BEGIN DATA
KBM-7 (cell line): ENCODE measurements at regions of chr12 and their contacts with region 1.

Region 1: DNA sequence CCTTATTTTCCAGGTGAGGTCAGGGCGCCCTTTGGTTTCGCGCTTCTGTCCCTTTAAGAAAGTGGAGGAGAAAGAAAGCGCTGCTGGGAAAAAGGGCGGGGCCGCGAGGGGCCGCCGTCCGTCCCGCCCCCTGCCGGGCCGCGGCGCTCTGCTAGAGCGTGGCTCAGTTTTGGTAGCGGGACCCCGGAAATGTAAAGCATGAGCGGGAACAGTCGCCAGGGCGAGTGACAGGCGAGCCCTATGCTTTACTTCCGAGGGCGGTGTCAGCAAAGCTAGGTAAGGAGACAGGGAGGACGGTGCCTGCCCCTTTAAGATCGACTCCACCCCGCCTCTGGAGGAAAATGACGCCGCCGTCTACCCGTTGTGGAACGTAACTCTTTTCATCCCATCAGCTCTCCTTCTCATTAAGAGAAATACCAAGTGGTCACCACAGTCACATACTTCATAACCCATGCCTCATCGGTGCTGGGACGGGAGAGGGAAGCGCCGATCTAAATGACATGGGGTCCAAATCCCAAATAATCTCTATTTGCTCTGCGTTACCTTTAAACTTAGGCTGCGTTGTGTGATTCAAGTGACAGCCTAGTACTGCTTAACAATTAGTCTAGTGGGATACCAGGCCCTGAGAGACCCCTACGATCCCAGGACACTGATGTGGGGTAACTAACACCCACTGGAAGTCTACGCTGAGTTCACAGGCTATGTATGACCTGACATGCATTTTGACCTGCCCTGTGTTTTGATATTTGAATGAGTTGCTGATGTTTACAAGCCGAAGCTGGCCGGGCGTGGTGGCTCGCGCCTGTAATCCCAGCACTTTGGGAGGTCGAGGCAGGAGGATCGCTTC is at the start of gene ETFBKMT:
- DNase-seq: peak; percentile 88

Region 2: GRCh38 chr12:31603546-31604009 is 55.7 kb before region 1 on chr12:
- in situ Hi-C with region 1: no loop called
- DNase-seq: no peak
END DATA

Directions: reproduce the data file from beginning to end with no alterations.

KBM-7 (cell line): ENCODE measurements at regions of chr12 and their contacts with region 1.

Region 1: DNA sequence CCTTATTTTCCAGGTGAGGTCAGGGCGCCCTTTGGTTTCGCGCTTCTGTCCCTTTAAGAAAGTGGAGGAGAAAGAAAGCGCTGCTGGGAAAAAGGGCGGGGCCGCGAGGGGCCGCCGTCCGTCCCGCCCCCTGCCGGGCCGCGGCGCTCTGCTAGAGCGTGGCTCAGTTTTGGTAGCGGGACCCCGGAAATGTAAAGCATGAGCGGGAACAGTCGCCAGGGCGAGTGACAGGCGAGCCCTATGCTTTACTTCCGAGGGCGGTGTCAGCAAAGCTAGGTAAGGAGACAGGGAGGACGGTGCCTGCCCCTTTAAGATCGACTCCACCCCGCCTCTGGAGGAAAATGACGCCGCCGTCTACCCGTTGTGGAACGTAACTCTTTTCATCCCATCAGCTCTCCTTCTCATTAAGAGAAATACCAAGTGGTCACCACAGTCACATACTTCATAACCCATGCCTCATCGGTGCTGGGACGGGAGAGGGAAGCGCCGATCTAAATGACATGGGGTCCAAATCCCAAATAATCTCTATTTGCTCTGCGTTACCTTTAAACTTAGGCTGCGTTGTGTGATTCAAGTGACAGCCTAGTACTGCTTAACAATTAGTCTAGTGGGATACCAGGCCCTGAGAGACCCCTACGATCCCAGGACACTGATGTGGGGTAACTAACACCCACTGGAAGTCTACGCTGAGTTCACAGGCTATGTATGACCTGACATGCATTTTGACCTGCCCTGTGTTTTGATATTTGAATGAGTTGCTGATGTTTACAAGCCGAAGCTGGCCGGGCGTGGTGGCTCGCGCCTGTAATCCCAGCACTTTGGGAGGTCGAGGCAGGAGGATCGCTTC is at the start of gene ETFBKMT:
- DNase-seq: peak; percentile 88

Region 2: GRCh38 chr12:31603546-31604009 is 55.7 kb before region 1 on chr12:
- in situ Hi-C with region 1: no loop called
- DNase-seq: no peak